Researchers are looking for 200,000 adults worldwide in any stage of pregnancy who can read English to take part in a study investigating the short- and long-term impacts of stress on moms and newborn babies resulting from the novel coronavirus pandemic.
The PEARL (PrEgnAncy ResiLience) study out of Western University in London, Ont., will gather data through an online program focusing on a mother’s mood, ability to think and reason and how a mother’s stress may influence a baby’s health. The study will also look at how physical activity and diet impact stress and whether healthier habits can improve resilience to stress.
“Historically, we know pregnant women experience a lot of stress during natural disasters like floods and ice storms and that stress greatly alters their moods, their thoughts and their babies,” said study lead Emma Duerden.
“During the COVID-19 pandemic, stress caused by health risks, quarantine, isolation and genuine fear is being felt by pregnant women around the world, and it is crucial that we identify what they experience not only for their own personal well-being but for the health of their babies.”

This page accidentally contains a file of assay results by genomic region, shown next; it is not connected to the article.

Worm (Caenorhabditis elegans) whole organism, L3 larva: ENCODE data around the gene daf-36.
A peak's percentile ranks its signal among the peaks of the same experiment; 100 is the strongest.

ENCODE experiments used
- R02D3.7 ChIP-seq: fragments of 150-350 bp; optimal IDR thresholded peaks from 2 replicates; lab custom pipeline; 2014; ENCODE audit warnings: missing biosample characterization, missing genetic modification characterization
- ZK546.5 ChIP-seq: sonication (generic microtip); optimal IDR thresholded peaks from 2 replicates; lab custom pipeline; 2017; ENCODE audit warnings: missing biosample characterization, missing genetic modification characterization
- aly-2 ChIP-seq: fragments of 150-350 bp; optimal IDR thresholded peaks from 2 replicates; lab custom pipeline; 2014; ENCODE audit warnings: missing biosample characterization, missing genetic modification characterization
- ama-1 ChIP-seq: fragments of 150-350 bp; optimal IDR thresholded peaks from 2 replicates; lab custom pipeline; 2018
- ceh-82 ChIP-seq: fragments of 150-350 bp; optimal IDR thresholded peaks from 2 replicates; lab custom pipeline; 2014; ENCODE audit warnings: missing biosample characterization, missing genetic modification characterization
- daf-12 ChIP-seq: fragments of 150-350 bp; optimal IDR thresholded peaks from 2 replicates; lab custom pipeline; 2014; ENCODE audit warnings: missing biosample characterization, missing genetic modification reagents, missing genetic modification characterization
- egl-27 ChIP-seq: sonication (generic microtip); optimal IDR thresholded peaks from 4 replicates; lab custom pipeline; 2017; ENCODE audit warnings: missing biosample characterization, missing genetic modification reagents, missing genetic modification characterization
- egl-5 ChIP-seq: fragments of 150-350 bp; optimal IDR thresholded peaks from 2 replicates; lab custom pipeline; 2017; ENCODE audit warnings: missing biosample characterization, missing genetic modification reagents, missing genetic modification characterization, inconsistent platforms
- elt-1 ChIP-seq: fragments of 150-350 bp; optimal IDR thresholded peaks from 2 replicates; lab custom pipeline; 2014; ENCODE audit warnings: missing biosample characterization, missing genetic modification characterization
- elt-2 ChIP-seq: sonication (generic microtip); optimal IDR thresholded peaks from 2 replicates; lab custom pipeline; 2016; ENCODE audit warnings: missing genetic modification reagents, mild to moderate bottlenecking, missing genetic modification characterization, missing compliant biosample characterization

Questions about COVID-19? Here are some things you need to know:
Symptoms can include fever, cough and difficulty breathing — very similar to a cold or flu. Some people can develop a more severe illness. People most at risk of this include older adults and people with severe chronic medical conditions like heart, lung or kidney disease. If you develop symptoms, contact public health authorities.
To prevent the virus from spreading, experts recommend frequent handwashing and coughing into your sleeve. They also recommend minimizing contact with others, staying home as much as possible and maintaining a distance of two metres from other people if you go out.
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